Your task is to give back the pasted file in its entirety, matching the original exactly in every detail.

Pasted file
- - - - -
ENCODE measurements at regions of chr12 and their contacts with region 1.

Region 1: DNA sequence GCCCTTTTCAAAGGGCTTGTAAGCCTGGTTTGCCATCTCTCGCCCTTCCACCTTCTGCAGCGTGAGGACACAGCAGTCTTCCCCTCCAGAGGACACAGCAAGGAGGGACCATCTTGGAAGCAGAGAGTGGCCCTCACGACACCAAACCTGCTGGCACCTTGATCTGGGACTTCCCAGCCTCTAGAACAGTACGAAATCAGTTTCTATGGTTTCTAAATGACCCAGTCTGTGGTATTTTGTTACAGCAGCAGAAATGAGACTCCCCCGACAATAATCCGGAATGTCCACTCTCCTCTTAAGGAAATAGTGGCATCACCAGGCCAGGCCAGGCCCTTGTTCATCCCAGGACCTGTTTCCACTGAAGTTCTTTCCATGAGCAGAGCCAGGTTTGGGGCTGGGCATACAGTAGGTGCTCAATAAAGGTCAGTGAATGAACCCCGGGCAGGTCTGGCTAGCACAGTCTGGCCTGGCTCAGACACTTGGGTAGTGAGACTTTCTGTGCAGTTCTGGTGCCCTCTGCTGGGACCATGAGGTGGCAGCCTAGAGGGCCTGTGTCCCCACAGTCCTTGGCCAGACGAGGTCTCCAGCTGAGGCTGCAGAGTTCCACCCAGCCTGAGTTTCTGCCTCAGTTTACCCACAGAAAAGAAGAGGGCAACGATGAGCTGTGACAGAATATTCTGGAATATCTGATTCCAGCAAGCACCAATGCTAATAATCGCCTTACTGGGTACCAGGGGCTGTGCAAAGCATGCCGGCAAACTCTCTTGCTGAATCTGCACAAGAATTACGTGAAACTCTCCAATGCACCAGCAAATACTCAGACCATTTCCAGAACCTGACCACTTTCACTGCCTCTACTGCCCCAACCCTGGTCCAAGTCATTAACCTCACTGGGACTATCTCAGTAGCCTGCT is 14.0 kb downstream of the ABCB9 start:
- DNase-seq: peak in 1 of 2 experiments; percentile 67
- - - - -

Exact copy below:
ENCODE measurements at regions of chr12 and their contacts with region 1.

Region 1: DNA sequence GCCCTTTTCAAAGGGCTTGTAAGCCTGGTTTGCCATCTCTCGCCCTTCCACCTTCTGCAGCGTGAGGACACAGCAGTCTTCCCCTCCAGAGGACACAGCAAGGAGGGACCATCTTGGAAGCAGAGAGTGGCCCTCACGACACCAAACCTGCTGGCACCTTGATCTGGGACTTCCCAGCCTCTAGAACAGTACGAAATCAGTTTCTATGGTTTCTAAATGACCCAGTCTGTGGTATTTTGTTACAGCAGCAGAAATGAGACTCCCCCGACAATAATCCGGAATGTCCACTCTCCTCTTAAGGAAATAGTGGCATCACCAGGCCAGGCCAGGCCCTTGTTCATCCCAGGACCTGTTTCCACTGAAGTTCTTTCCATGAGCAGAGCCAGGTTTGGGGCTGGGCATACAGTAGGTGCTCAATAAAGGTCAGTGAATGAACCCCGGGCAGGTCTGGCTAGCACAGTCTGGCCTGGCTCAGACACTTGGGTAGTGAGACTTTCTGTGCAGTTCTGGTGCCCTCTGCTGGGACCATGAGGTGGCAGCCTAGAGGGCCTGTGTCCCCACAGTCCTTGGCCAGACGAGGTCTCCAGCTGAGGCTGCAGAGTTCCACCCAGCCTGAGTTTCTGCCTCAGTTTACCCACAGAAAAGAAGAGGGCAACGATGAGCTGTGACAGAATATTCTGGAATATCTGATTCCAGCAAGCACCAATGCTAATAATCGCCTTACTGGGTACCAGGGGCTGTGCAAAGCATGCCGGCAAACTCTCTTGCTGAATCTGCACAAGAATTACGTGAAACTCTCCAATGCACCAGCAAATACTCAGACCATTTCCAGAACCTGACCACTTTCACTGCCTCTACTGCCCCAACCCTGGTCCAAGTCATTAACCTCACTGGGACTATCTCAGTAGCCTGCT is 14.0 kb downstream of the ABCB9 start:
- DNase-seq: peak in 1 of 2 experiments; percentile 67